As we have seen, one of the reasons we become resentful is because we compare ourselves to other people that are better than us. One response to this could be that we should just compare ourselves to people who are worse than us. But this is not the way to go in my opinion. It is a fact of life that we are not perfect. We need to move forward as human beings to lead a fulfilling life. This means that we need to pave a road for ourselves and follow that road so we can move forward. It is impossible to move forward if we don’t have an aim. There is no way forward in an open landscape, but there is a way forward on a road. Comparing us to people who are ‘worse’ than us, or behind us on the road that we are taking, makes us look too much backwards. But like Kierkegaard said, life must be lived forwards. We need to look in front of us to really grow as a person.

            One rule we could follow is to only compare us to past versions of ourselves. Every day you can compare yourself to who you were yesterday. If you have progressed on your path, you can tell yourself you’re doing a good job. This is regardless of what other people are doing. It all depends on what you are doing. If you keep improving day after day, you can keep the resentment at bay.

            However, I believe that it isn’t necessarily bad to compare yourself to other people if they take the form of a mentor. The mentor has the position of a model of how you want to be. If you want to become a body builder, it might be beneficial to have Arnold Schwarzenegger as a role model. Resentment arises from the feeling of powerlessness, or the inability to achieve what others can achieve. If you believe that you can actually achieve what Schwarzenegger has achieved, then you won’t feel resentful towards Schwarzenegger. Rather, he will be a role model of how you want to organize your life. The requisite for this is to be conscious about who you compare yourself to and in what way you do so.

            Another way to keep resentment at bay is to have an active life instead of a passive one. The passive life is characterized by undergoing life and reacting to it instead of actively engaging with it. By taking your life in your own hands and bearing responsibility, you can actively engage in your life. You can have a certain respect for your own actions. By living the active life resentment might be kept at bay because you are continuously increasing your power or competence, which will reduce the feeling of powerlessness. The more you realize that you can change things in your life, the more resentment decreases. The precise duality between the passive and active life might be a subject for a different essay. For now, we can say that living an actively engaging life can be beneficial of keeping resentment at bay.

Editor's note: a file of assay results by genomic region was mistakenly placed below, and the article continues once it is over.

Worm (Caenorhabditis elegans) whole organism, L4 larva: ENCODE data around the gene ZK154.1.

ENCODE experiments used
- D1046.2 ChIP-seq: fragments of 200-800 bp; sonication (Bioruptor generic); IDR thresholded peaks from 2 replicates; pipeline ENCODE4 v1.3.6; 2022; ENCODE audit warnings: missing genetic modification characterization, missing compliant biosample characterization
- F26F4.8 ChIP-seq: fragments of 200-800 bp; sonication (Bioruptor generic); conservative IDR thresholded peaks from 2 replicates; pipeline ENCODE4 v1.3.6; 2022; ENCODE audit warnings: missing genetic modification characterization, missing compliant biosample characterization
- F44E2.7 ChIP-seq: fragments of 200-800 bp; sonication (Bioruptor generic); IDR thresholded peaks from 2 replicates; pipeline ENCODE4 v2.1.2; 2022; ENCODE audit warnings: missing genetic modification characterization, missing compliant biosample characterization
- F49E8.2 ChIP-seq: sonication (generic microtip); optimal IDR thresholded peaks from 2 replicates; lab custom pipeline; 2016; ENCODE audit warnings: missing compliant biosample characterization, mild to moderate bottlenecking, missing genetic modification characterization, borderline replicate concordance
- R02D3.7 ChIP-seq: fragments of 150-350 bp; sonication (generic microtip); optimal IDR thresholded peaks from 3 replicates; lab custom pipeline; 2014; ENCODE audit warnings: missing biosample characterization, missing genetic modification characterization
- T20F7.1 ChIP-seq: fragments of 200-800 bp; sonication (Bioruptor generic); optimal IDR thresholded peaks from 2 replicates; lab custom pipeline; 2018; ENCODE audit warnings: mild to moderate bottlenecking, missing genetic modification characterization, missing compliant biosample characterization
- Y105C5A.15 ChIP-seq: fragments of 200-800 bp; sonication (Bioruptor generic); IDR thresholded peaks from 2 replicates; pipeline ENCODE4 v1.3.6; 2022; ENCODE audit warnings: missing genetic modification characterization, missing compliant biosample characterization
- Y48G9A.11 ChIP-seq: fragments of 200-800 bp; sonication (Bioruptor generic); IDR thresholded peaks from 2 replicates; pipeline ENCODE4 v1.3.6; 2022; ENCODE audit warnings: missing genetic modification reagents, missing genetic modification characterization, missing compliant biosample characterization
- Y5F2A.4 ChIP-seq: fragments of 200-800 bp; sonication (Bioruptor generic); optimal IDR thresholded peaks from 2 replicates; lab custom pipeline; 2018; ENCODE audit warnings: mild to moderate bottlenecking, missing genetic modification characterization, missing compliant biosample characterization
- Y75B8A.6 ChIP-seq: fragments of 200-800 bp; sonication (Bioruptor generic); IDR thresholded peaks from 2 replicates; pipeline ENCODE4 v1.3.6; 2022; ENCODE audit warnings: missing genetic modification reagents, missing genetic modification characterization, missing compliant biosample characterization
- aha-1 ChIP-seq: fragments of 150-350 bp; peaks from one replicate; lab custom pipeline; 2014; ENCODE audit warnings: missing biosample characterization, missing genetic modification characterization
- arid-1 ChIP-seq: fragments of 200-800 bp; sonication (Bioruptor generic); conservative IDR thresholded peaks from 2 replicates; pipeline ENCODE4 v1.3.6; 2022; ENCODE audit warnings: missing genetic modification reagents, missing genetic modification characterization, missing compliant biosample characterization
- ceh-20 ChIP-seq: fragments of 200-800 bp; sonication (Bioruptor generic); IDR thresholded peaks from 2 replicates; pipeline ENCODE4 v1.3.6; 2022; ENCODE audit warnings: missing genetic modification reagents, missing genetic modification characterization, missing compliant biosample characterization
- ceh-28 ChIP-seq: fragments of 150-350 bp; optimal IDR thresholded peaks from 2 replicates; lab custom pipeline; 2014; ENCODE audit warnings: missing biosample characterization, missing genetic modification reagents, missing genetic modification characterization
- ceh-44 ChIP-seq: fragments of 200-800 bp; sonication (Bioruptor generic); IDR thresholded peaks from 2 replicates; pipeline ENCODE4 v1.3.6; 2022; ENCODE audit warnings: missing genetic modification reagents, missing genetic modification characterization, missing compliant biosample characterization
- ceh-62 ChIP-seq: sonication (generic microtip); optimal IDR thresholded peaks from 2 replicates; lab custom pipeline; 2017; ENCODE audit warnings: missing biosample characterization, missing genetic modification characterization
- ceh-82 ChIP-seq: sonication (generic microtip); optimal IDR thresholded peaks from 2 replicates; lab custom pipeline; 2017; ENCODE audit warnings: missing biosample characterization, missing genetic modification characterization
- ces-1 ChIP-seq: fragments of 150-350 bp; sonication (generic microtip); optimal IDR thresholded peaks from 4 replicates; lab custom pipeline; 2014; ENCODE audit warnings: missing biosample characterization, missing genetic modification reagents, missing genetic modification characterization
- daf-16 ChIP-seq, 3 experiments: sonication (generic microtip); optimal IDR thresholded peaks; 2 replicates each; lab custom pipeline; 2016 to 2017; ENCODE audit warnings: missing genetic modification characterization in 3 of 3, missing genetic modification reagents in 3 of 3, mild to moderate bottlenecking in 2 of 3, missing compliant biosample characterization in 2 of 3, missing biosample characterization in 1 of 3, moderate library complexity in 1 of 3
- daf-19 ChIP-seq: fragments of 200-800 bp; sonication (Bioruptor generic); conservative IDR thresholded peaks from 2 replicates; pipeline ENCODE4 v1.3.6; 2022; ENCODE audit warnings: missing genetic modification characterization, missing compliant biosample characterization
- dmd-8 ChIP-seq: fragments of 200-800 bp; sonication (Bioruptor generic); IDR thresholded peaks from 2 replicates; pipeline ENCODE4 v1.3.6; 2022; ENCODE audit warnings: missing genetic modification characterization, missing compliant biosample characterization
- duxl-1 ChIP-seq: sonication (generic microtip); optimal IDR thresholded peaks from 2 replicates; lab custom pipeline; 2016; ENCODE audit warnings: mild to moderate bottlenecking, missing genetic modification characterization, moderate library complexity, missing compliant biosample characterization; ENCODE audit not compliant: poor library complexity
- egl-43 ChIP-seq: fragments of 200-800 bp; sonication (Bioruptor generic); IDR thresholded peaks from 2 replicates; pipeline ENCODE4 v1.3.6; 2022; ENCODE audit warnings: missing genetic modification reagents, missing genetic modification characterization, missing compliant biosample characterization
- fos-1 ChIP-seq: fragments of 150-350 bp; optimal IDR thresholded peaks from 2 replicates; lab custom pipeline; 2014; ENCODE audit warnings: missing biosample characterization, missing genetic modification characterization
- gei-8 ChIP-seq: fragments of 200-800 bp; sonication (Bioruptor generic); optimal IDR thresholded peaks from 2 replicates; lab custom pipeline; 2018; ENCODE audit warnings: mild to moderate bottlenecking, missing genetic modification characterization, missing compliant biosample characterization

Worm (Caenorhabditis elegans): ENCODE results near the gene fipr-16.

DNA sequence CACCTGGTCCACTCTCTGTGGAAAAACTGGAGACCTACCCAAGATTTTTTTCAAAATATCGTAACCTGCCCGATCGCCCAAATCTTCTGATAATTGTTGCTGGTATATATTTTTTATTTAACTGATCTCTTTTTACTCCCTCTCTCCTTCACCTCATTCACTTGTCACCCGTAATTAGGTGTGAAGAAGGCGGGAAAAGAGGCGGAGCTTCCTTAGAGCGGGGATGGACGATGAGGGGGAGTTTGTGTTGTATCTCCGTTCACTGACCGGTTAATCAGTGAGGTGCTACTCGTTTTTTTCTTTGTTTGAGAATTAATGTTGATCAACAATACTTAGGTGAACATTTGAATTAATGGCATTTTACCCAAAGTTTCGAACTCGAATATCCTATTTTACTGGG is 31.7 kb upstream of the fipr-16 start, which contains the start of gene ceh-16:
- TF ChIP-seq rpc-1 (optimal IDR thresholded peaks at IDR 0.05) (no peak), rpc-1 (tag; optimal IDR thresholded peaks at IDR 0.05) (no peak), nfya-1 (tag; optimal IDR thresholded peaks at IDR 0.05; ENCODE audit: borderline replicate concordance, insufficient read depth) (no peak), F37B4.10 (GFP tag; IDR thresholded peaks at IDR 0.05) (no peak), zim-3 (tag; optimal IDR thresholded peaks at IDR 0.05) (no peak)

We have investigated the concept of resentment as Max Scheler and Friedrich Nietzsche conceptualized it. We have investigated what resentment is and how it originates. Finally, we have investigated possible ways to stave of this feeling of resentment, so it doesn’t ‘poison our soul’. I believe by investigating the phenomenon of resentment we can live a better and happier life. But even more important we can have some sympathy for those who are taken by the feeling of resentment. That way, we might help those who truly want to be helped. That might even be a noble goal that staves the resentment within ourselves as well.

By elenchusphilosophy

I'm a Philosophy student in Belgium, trying to talk and write about ideas of all kinds of sorts.

One reply on “The Trap of Resentment”

Great suggestions to ward off resentment and bitterness! Life is too short to be angry and resentful all the time. Forgive as you would have others forgive you. Thank you for your post! Robyn